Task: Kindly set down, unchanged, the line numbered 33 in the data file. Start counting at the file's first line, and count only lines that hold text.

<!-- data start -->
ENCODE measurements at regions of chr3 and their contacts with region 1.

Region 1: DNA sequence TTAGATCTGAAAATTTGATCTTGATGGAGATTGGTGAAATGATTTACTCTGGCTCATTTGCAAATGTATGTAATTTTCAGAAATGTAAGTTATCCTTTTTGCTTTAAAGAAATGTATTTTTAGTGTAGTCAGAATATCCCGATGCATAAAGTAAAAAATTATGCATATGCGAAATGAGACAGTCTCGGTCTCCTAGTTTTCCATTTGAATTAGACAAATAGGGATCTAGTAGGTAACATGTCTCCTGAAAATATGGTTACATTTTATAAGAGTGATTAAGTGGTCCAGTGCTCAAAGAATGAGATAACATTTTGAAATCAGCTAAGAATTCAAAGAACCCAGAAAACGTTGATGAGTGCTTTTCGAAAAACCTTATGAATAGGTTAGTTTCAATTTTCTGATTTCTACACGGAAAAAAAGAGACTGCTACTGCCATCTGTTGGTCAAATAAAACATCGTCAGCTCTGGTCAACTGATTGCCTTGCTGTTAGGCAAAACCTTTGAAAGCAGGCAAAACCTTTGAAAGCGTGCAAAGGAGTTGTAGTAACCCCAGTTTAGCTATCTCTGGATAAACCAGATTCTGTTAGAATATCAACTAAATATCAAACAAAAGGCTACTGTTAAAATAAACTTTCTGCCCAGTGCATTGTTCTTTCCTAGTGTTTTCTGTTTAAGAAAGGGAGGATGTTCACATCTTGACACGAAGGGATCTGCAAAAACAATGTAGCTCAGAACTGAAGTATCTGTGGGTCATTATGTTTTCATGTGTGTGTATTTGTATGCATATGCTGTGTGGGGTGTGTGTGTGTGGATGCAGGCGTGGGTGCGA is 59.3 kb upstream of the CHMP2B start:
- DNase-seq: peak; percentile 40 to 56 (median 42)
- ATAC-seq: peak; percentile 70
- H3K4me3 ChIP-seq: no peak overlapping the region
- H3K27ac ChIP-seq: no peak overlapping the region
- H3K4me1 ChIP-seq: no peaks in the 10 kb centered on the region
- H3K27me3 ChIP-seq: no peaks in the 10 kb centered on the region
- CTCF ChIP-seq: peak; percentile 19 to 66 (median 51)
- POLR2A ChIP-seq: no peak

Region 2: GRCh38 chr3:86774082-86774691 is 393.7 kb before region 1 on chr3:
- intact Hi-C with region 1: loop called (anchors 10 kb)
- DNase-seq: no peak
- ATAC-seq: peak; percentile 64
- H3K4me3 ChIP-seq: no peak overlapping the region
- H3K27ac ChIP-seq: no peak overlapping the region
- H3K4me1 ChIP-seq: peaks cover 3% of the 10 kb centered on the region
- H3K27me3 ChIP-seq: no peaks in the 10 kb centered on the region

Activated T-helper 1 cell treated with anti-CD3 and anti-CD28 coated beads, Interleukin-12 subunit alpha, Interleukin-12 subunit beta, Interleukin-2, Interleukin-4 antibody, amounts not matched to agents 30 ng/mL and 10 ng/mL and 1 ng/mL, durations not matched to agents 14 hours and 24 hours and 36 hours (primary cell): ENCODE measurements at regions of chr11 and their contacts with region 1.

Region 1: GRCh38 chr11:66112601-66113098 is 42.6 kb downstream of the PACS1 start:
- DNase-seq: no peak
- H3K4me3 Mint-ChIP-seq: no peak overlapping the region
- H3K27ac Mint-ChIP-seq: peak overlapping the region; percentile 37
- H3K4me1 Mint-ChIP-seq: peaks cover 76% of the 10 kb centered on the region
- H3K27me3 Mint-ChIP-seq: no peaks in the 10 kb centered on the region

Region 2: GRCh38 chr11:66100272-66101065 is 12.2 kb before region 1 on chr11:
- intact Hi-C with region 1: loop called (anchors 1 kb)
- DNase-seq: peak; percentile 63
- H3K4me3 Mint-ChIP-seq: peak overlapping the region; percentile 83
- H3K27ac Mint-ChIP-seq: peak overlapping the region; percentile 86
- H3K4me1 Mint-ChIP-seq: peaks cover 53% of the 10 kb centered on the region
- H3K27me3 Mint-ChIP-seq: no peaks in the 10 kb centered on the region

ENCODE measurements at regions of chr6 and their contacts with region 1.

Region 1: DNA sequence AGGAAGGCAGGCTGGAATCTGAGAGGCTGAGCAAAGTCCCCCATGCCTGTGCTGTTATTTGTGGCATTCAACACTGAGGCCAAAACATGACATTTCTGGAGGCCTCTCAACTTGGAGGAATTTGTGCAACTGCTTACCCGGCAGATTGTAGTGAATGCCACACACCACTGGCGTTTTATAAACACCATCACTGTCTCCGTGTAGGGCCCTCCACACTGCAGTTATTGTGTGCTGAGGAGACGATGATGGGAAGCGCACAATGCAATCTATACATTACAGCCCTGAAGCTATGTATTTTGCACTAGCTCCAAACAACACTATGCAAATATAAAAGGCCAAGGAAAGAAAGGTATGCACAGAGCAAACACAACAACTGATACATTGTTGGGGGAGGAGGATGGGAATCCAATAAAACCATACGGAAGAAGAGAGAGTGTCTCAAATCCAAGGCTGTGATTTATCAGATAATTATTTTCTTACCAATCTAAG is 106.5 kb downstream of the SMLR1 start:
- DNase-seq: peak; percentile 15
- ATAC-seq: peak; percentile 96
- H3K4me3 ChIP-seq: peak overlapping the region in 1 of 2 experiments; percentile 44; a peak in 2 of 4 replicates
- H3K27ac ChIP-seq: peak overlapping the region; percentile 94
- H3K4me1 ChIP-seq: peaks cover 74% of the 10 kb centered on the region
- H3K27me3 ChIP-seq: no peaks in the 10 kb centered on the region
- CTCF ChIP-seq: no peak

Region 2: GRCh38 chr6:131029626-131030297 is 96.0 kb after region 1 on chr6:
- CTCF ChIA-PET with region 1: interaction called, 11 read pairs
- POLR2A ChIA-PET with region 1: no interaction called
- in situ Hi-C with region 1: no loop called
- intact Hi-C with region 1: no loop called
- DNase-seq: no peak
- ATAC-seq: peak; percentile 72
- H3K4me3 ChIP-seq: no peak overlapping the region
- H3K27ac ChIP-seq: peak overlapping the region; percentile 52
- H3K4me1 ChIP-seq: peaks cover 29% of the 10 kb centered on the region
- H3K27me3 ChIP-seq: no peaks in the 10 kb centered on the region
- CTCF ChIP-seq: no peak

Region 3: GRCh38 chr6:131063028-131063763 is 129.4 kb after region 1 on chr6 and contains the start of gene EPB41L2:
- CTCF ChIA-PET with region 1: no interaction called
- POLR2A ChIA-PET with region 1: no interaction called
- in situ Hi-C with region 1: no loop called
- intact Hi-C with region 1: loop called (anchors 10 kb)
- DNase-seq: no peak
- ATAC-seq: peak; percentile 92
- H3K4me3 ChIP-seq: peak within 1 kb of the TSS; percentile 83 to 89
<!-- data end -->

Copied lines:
ENCODE measurements at regions of chr6 and their contacts with region 1.